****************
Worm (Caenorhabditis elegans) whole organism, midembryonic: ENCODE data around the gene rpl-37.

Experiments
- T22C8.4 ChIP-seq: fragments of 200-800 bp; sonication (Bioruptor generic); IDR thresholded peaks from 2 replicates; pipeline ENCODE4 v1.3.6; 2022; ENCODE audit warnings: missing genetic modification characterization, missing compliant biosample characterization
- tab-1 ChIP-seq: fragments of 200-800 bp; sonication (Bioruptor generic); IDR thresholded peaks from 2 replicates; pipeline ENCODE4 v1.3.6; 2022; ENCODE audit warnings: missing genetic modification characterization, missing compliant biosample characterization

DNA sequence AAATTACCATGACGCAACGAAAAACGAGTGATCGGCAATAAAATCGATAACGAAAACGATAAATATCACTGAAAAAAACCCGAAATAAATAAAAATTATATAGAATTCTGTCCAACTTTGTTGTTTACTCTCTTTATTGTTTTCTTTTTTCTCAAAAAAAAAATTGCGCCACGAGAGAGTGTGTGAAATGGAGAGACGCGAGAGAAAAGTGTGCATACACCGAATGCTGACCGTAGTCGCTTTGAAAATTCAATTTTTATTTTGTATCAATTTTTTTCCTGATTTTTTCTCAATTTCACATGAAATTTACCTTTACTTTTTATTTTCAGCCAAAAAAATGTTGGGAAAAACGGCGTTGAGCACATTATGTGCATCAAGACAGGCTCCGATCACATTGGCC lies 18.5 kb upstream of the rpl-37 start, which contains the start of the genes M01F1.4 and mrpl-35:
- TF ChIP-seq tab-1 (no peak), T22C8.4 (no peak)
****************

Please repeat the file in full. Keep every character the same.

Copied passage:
Worm (Caenorhabditis elegans) whole organism, midembryonic: ENCODE data around the gene rpl-37.

Experiments
- T22C8.4 ChIP-seq: fragments of 200-800 bp; sonication (Bioruptor generic); IDR thresholded peaks from 2 replicates; pipeline ENCODE4 v1.3.6; 2022; ENCODE audit warnings: missing genetic modification characterization, missing compliant biosample characterization
- tab-1 ChIP-seq: fragments of 200-800 bp; sonication (Bioruptor generic); IDR thresholded peaks from 2 replicates; pipeline ENCODE4 v1.3.6; 2022; ENCODE audit warnings: missing genetic modification characterization, missing compliant biosample characterization

DNA sequence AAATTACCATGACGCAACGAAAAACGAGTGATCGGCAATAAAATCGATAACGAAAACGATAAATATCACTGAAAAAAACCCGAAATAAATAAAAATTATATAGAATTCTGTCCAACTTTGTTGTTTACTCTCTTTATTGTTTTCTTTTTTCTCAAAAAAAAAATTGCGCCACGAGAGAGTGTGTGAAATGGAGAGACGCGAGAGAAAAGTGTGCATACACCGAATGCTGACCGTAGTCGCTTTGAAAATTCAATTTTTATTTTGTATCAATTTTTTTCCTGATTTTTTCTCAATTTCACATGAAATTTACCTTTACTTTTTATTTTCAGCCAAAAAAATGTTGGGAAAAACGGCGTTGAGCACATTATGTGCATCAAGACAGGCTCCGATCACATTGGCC lies 18.5 kb upstream of the rpl-37 start, which contains the start of the genes M01F1.4 and mrpl-35:
- TF ChIP-seq tab-1 (no peak), T22C8.4 (no peak)